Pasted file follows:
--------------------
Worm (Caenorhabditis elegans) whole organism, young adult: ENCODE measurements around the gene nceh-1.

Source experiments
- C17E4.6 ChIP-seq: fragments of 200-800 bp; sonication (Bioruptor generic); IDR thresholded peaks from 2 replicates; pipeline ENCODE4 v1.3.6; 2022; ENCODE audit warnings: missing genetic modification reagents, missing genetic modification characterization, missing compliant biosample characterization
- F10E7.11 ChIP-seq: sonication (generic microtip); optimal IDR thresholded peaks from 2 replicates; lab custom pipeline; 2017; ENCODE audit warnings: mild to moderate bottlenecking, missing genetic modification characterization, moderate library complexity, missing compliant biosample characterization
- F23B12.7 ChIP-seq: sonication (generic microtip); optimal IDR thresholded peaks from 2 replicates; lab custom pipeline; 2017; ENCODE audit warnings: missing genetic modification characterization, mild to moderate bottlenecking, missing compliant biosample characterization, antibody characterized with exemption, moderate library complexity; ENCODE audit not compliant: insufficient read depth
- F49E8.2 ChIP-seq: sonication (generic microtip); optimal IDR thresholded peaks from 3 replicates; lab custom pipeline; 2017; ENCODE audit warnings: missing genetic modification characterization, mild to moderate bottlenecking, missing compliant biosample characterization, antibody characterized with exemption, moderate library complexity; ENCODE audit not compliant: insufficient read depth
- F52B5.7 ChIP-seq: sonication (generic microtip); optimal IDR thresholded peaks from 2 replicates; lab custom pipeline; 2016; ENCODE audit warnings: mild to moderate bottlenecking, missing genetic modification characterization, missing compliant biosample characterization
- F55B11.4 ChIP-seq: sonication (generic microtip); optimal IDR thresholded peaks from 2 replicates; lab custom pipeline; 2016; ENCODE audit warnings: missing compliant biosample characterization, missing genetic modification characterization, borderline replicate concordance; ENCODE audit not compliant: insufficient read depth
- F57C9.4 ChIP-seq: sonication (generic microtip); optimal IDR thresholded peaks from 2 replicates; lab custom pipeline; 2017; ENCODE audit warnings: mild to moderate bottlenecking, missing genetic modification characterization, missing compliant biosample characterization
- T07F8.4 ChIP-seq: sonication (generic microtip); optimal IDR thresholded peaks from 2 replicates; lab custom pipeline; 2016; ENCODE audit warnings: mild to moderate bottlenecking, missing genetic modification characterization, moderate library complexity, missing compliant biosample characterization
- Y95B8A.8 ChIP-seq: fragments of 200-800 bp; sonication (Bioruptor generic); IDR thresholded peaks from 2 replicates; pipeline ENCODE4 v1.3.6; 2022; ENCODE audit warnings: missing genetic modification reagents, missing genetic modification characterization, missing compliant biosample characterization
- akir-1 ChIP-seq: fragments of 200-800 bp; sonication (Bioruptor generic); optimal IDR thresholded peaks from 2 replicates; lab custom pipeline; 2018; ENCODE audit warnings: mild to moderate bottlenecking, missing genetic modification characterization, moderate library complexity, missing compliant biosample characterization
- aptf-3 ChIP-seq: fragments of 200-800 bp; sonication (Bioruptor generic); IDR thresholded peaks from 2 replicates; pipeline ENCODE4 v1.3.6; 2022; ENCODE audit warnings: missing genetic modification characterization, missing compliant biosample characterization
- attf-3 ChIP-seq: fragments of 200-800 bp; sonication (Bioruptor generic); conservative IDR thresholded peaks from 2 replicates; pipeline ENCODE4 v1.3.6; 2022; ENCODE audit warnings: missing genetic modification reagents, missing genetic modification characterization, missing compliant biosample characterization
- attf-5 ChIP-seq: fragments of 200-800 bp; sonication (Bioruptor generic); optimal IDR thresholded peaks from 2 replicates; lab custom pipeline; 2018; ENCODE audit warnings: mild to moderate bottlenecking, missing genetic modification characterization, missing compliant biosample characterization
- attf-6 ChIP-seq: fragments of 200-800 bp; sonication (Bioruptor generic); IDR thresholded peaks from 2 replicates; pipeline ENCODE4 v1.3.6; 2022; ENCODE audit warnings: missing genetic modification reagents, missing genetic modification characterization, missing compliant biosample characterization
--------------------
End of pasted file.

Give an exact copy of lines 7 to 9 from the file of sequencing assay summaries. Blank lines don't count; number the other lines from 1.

- F52B5.7 ChIP-seq: sonication (generic microtip); optimal IDR thresholded peaks from 2 replicates; lab custom pipeline; 2016; ENCODE audit warnings: mild to moderate bottlenecking, missing genetic modification characterization, missing compliant biosample characterization
- F55B11.4 ChIP-seq: sonication (generic microtip); optimal IDR thresholded peaks from 2 replicates; lab custom pipeline; 2016; ENCODE audit warnings: missing compliant biosample characterization, missing genetic modification characterization, borderline replicate concordance; ENCODE audit not compliant: insufficient read depth
- F57C9.4 ChIP-seq: sonication (generic microtip); optimal IDR thresholded peaks from 2 replicates; lab custom pipeline; 2017; ENCODE audit warnings: mild to moderate bottlenecking, missing genetic modification characterization, missing compliant biosample characterization